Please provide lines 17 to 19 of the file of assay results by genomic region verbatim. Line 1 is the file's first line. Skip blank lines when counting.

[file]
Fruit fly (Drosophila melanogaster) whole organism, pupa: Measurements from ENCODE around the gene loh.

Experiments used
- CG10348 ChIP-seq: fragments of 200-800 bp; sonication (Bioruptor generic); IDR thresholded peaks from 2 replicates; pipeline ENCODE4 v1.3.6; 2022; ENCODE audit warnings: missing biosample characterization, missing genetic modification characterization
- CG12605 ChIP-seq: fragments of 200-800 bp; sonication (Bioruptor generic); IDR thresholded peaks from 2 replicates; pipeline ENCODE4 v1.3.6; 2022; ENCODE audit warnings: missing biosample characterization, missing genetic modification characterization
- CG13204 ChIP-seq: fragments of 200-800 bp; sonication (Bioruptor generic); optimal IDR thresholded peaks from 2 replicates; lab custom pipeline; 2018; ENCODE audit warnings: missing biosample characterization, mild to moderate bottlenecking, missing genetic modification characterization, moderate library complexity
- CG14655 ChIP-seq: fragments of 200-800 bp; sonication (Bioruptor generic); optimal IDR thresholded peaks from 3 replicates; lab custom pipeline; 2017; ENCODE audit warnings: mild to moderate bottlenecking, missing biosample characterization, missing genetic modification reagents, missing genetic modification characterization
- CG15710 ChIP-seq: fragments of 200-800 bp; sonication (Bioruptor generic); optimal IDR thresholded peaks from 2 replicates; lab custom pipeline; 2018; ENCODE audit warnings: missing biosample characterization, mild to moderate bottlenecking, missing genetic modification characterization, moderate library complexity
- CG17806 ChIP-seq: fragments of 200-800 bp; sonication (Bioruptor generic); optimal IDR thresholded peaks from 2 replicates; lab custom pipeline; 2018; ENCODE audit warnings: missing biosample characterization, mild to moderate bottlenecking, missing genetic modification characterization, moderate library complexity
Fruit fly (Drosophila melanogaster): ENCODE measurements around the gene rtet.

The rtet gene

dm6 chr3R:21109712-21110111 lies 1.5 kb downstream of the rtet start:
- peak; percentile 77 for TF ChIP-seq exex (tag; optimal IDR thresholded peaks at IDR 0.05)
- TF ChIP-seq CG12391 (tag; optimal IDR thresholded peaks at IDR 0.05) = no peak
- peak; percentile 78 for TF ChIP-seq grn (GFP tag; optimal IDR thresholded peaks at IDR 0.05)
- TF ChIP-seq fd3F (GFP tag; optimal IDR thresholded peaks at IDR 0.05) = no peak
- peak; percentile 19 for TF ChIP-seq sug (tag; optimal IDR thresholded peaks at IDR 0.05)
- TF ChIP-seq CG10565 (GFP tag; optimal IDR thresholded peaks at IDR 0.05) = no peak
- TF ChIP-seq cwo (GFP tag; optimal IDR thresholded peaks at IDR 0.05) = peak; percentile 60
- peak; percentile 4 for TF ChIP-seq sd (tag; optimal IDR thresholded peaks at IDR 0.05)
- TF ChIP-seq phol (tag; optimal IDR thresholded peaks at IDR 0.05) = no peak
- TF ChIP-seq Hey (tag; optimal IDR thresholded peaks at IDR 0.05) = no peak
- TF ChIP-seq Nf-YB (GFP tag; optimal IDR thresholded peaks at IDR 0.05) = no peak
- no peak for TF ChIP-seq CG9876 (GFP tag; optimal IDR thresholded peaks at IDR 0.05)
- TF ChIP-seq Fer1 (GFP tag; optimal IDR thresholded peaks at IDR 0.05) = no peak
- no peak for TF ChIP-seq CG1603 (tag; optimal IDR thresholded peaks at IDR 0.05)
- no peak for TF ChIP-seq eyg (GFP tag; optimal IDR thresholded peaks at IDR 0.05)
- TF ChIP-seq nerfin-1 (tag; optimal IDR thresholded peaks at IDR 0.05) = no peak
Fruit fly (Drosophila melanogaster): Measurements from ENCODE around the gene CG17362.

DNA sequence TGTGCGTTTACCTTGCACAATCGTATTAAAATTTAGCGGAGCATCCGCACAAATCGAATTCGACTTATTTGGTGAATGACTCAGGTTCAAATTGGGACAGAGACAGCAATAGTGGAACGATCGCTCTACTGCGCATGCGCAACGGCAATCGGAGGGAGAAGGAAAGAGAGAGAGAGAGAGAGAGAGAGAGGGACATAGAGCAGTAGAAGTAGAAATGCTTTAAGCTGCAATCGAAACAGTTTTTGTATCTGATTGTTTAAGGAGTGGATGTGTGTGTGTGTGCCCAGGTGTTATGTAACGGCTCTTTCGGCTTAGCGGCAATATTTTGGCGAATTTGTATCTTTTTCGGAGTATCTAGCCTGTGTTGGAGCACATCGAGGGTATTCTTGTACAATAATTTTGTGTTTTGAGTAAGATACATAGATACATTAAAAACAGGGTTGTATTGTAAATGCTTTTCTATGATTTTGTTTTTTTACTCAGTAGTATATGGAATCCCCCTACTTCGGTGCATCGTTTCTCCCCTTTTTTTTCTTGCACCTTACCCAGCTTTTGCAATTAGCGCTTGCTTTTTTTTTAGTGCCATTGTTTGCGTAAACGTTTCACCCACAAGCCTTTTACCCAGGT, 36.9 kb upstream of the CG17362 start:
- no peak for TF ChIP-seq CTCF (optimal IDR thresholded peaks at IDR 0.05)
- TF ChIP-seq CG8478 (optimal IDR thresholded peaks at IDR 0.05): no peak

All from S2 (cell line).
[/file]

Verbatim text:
- TF ChIP-seq CG10565 (GFP tag; optimal IDR thresholded peaks at IDR 0.05) = no peak
- TF ChIP-seq cwo (GFP tag; optimal IDR thresholded peaks at IDR 0.05) = peak; percentile 60
- peak; percentile 4 for TF ChIP-seq sd (tag; optimal IDR thresholded peaks at IDR 0.05)